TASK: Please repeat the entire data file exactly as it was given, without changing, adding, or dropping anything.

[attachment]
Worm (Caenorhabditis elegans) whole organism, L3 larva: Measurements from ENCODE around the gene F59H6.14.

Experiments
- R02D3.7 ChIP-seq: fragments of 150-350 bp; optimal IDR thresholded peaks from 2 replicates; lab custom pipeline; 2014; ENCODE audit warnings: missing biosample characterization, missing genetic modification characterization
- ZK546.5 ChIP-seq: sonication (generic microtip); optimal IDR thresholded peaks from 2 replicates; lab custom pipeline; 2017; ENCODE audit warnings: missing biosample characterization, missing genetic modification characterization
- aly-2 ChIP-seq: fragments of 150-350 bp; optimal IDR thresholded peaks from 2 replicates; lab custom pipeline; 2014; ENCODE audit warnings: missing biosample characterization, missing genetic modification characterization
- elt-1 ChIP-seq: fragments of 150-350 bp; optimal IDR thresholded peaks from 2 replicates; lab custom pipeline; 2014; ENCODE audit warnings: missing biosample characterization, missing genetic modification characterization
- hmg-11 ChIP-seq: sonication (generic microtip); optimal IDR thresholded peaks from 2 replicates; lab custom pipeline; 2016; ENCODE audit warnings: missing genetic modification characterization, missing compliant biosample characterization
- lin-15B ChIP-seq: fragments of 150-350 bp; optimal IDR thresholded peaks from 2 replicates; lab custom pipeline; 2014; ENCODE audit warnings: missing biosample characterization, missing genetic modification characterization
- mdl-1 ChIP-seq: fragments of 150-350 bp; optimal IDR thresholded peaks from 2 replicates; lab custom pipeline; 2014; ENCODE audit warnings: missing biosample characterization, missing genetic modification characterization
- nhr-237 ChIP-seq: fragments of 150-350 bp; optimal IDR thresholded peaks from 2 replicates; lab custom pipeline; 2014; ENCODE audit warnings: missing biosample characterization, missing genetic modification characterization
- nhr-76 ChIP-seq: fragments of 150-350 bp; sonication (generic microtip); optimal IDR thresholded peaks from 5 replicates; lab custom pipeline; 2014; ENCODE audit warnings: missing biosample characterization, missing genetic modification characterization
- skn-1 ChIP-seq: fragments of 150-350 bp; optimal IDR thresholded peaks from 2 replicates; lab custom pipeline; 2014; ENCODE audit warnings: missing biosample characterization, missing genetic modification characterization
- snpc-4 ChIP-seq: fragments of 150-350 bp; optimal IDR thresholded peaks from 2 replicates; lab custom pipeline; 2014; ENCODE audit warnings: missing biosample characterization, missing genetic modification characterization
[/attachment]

Worm (Caenorhabditis elegans) whole organism, L3 larva: Measurements from ENCODE around the gene F59H6.14.

Experiments
- R02D3.7 ChIP-seq: fragments of 150-350 bp; optimal IDR thresholded peaks from 2 replicates; lab custom pipeline; 2014; ENCODE audit warnings: missing biosample characterization, missing genetic modification characterization
- ZK546.5 ChIP-seq: sonication (generic microtip); optimal IDR thresholded peaks from 2 replicates; lab custom pipeline; 2017; ENCODE audit warnings: missing biosample characterization, missing genetic modification characterization
- aly-2 ChIP-seq: fragments of 150-350 bp; optimal IDR thresholded peaks from 2 replicates; lab custom pipeline; 2014; ENCODE audit warnings: missing biosample characterization, missing genetic modification characterization
- elt-1 ChIP-seq: fragments of 150-350 bp; optimal IDR thresholded peaks from 2 replicates; lab custom pipeline; 2014; ENCODE audit warnings: missing biosample characterization, missing genetic modification characterization
- hmg-11 ChIP-seq: sonication (generic microtip); optimal IDR thresholded peaks from 2 replicates; lab custom pipeline; 2016; ENCODE audit warnings: missing genetic modification characterization, missing compliant biosample characterization
- lin-15B ChIP-seq: fragments of 150-350 bp; optimal IDR thresholded peaks from 2 replicates; lab custom pipeline; 2014; ENCODE audit warnings: missing biosample characterization, missing genetic modification characterization
- mdl-1 ChIP-seq: fragments of 150-350 bp; optimal IDR thresholded peaks from 2 replicates; lab custom pipeline; 2014; ENCODE audit warnings: missing biosample characterization, missing genetic modification characterization
- nhr-237 ChIP-seq: fragments of 150-350 bp; optimal IDR thresholded peaks from 2 replicates; lab custom pipeline; 2014; ENCODE audit warnings: missing biosample characterization, missing genetic modification characterization
- nhr-76 ChIP-seq: fragments of 150-350 bp; sonication (generic microtip); optimal IDR thresholded peaks from 5 replicates; lab custom pipeline; 2014; ENCODE audit warnings: missing biosample characterization, missing genetic modification characterization
- skn-1 ChIP-seq: fragments of 150-350 bp; optimal IDR thresholded peaks from 2 replicates; lab custom pipeline; 2014; ENCODE audit warnings: missing biosample characterization, missing genetic modification characterization
- snpc-4 ChIP-seq: fragments of 150-350 bp; optimal IDR thresholded peaks from 2 replicates; lab custom pipeline; 2014; ENCODE audit warnings: missing biosample characterization, missing genetic modification characterization